Get Your Fair Share of Antioxidants From Cauliflower
Cauliflower is one of the most overlooked vegetables in the human diet. But while it’s often seen as a lesser vegetable compared to its close relative broccoli, cauliflower is actually rich in a variety of vitamins, minerals and other active compounds. As this recipe’s main ingredient, you can reap the following essential nutrients from it:
- Folate is essential for the synthesis of new red blood cells in the body. It is also one of the minerals necessary for neural tube and spinal cord development during pregnancy, radically minimizing the risk of possible birth defects.
A 2008 study from the Food and Nutrition Bulletin showed that low folate levels in pregnant women are indicative of low birthweight, which may trigger long-term health problems in infants, including folate related-anemia and a higher risk of infections and other diseases.
- Sulforaphane is one of the most valuable components found in cruciferous vegetables. This sulfur-containing compound has been linked to cancer risk reduction and other functions.
- Fiber is necessary for promoting better digestion, nutrient absorption and overall metabolism. It also helps relieve constipation by bulking up stool, making it easier to pass.
- Potassiumis responsible for maintaining proper intracellular fluid levels and promoting muscle health, which includes the heart and other organs.
- The vitamin C in cauliflower is responsible for maintaining immune system function, cardiovascular and skin health.
The Cheesy Way to Better Health
Primarily revered for its long shelf life, cheese has come a long way, not only in its culinary applications but also in its potential effects on human health. As with other dairy products, cheese is packed with calcium and other essential minerals necessary for various processes. The two types of cheese used in this recipe, namely mozzarella and Parmesan, are famous Italian cheeses widely used in numerous recipes because of their texture and flavor. They offer several benefits, such as:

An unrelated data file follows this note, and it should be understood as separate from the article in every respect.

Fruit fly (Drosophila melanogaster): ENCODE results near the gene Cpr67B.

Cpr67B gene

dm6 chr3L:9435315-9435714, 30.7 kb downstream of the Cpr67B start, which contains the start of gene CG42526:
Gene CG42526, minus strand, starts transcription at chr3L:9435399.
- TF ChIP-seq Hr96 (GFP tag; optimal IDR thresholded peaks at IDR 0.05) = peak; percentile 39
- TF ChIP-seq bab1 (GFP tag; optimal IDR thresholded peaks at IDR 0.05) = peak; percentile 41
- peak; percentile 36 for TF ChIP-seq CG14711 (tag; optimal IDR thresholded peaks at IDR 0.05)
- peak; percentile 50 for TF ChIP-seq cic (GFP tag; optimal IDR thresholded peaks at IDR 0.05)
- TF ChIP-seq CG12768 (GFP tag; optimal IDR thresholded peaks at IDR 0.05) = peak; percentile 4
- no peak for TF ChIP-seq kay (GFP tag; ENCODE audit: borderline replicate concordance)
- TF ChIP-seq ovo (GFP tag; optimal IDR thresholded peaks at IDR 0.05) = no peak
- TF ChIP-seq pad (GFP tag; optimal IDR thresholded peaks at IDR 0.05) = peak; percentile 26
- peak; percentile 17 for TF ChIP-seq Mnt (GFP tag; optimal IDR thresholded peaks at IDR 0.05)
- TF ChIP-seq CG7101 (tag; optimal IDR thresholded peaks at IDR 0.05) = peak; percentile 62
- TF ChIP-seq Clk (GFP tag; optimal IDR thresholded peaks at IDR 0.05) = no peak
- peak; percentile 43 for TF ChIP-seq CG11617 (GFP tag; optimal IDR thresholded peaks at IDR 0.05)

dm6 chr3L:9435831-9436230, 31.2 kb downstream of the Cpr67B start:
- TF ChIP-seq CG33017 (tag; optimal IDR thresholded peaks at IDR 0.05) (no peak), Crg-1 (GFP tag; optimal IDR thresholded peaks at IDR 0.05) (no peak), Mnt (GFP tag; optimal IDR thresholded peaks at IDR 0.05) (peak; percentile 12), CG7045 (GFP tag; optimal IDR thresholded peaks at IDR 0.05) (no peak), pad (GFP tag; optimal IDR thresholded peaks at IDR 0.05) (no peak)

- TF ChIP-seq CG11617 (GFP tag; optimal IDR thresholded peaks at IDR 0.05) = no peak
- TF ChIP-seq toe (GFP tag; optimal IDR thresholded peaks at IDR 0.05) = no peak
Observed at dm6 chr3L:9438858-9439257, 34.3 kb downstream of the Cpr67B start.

- Assisting in maintaining bone health. Regardless of what type of cheese you’re consuming, you’re still getting considerable amounts of calcium. Calcium is known for playing an important part in keeping your bones healthy and strong by increasing bone mineral density. It also aids in bone formation and metabolism.
- Helping to combat microorganisms. Lactoferrin, a milk glycoprotein found in cheese, was found to help keep microorganisms at bay due to its antimicrobial properties.
- Improving blood pressure regulation. The high amounts of calcium found in cheese contributes to keeping blood pressure in check. In a 2015 study, it was found that calcium may aid in lowering both diastolic and systolic blood pressure in patients with hypertension.
Make This Cauliflower Pizza Casserole for Your Family
While it might be extremely tempting for you to call for a pizza to be delivered to your doorstep, remember that cooking your food at home will always be your best bet, quality- and nutrient-wise. As a healthy substitute to fast food varieties, make this cauliflower pizza casserole instead. Not only will you get all the nutrients from its healthy components, you can also ensure that you’re sidestepping the numerous refined and processed ingredients used in fast food pizza.